Another innovative ingredient, also out of Korea, is royal honey. This is honey that is “aged” or fermented. Benefits include increased minerals and amino acids, which “feed” the skin and provide more opportunities for nutrient-based claims.

In non-Korean trends, consider how ingredients such as arnica, an Indian homeopathic topical used in post-surgery to help with swelling and bruising (J Intercult Ethnopharmacol. 2017;6(1):1–8), is now being formulated into creams for sensitive skin.

Texture and processing of ingredients are other ways to differentiate products to consumers. Fermented ingredients are created by a non-chemical process, and can be marketed based on the ability to retain more of their natural nutrients. Combining several trends, it is likely fermented ingredients will be seen in greater amounts in lotions, creams and serums.

Innovation in Textures

Another area driving innovation in skin care is a desire for new and different textures.

New to the scene are cleansing balls, also from Korea, made of a gelatinous texture than melt upon skin contact. These balls add an experiential component to beauty rituals, and the gelatinous textures that are clear are more “natural looking” and have a water-based feel to them. Texture-focused products that seem “natural” feed can feed multiple consumer needs in one.

Moving Forward

In the past, larger beauty companies would take select success stories from niche or foreign ingredient innovations and incorporate them into U.S.-friendly products. However, social media-driven beauty trends, fascination with foreign and ancient beauty practices, e-commerce and an overall globalization of consumer products has sped up adoption, and this lead-time is no longer necessary.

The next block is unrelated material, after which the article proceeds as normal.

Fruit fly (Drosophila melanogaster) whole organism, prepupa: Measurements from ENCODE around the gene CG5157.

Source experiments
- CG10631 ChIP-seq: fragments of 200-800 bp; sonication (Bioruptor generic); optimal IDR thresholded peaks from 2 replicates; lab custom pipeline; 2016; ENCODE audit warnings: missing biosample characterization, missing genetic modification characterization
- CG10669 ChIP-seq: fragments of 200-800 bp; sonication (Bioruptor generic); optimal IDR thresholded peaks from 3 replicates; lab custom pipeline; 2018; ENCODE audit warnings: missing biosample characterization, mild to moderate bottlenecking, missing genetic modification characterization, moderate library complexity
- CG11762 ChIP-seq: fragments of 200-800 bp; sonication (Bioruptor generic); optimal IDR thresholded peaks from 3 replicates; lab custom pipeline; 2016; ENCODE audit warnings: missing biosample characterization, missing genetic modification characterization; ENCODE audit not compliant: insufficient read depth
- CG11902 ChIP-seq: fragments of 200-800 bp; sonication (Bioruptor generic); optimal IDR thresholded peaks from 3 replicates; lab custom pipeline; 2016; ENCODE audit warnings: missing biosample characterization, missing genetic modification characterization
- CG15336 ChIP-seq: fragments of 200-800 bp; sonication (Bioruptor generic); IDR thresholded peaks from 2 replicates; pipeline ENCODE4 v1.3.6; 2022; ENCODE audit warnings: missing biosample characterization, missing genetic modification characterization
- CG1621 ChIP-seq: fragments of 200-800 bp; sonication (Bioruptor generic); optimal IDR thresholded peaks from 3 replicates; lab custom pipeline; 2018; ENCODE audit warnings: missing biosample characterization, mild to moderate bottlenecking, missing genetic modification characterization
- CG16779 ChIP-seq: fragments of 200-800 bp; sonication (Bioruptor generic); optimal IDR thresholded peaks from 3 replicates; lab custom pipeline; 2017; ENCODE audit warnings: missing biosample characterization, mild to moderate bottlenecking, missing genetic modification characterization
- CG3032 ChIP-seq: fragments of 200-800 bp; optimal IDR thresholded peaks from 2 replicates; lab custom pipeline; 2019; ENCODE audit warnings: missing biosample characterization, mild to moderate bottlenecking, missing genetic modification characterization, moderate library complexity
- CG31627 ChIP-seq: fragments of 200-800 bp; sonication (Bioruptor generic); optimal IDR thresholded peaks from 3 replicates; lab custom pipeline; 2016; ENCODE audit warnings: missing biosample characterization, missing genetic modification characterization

With regions such as Korea launching 30 to 40 innovation-driven product lines per year, expect the pace of ingredient and texture innovation in U.S skin care to continue, and the lines between nutrition and beauty to continue to blur.

Sunita Kumar is a contributing writer and the founder of Nourish Nutrition Inc. After spending more than a decade at leading consumer brands such as L’Oreal, Kumar now focuses her attention on being a nutrition-focused scientist and entrepreneur, using her background in product formulation and health-focused retail to provide a unique perspective on the world of natural products.

About the Author(s)

Sunita Kumar

Sunita Kumar is a contributing writer and the founder of Nourish Nutrition Inc. After spending more than a decade at leading consumer brands and digital agencies launching products, Kumar now focuses her attention to being a scientist and entrepreneur—using her background in product formulation, supply chain and health-focused retail, to provide a unique perspective on the world of natural products.